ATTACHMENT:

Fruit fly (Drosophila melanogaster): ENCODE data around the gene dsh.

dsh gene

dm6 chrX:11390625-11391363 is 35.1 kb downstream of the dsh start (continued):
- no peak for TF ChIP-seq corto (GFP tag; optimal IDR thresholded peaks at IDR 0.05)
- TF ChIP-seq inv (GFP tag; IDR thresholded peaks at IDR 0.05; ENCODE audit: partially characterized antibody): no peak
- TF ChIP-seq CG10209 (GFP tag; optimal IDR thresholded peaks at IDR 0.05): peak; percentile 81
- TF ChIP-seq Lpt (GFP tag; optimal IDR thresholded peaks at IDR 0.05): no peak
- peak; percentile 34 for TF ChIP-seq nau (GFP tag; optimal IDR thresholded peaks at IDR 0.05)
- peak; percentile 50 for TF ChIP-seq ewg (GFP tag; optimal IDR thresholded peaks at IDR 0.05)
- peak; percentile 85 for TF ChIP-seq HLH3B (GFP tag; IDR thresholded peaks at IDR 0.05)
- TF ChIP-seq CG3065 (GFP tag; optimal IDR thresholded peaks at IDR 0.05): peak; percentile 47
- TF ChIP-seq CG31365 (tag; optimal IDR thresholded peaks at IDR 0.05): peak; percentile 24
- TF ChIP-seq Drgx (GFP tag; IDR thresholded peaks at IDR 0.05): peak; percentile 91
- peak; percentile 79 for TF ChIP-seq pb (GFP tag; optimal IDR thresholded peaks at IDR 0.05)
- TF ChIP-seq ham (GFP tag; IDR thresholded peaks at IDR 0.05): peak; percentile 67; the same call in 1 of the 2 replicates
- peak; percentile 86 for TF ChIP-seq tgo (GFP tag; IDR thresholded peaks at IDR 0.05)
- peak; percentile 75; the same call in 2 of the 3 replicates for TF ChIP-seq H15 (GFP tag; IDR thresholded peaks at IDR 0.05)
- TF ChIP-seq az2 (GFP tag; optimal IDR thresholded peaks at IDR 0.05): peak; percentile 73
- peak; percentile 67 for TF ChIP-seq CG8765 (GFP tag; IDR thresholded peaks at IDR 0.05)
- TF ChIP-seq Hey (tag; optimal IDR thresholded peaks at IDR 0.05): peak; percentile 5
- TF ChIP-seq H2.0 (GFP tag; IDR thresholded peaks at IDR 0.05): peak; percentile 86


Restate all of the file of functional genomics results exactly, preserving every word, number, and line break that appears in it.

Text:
Fruit fly (Drosophila melanogaster): ENCODE data around the gene dsh.

dsh gene

dm6 chrX:11390625-11391363 is 35.1 kb downstream of the dsh start (continued):
- no peak for TF ChIP-seq corto (GFP tag; optimal IDR thresholded peaks at IDR 0.05)
- TF ChIP-seq inv (GFP tag; IDR thresholded peaks at IDR 0.05; ENCODE audit: partially characterized antibody): no peak
- TF ChIP-seq CG10209 (GFP tag; optimal IDR thresholded peaks at IDR 0.05): peak; percentile 81
- TF ChIP-seq Lpt (GFP tag; optimal IDR thresholded peaks at IDR 0.05): no peak
- peak; percentile 34 for TF ChIP-seq nau (GFP tag; optimal IDR thresholded peaks at IDR 0.05)
- peak; percentile 50 for TF ChIP-seq ewg (GFP tag; optimal IDR thresholded peaks at IDR 0.05)
- peak; percentile 85 for TF ChIP-seq HLH3B (GFP tag; IDR thresholded peaks at IDR 0.05)
- TF ChIP-seq CG3065 (GFP tag; optimal IDR thresholded peaks at IDR 0.05): peak; percentile 47
- TF ChIP-seq CG31365 (tag; optimal IDR thresholded peaks at IDR 0.05): peak; percentile 24
- TF ChIP-seq Drgx (GFP tag; IDR thresholded peaks at IDR 0.05): peak; percentile 91
- peak; percentile 79 for TF ChIP-seq pb (GFP tag; optimal IDR thresholded peaks at IDR 0.05)
- TF ChIP-seq ham (GFP tag; IDR thresholded peaks at IDR 0.05): peak; percentile 67; the same call in 1 of the 2 replicates
- peak; percentile 86 for TF ChIP-seq tgo (GFP tag; IDR thresholded peaks at IDR 0.05)
- peak; percentile 75; the same call in 2 of the 3 replicates for TF ChIP-seq H15 (GFP tag; IDR thresholded peaks at IDR 0.05)
- TF ChIP-seq az2 (GFP tag; optimal IDR thresholded peaks at IDR 0.05): peak; percentile 73
- peak; percentile 67 for TF ChIP-seq CG8765 (GFP tag; IDR thresholded peaks at IDR 0.05)
- TF ChIP-seq Hey (tag; optimal IDR thresholded peaks at IDR 0.05): peak; percentile 5
- TF ChIP-seq H2.0 (GFP tag; IDR thresholded peaks at IDR 0.05): peak; percentile 86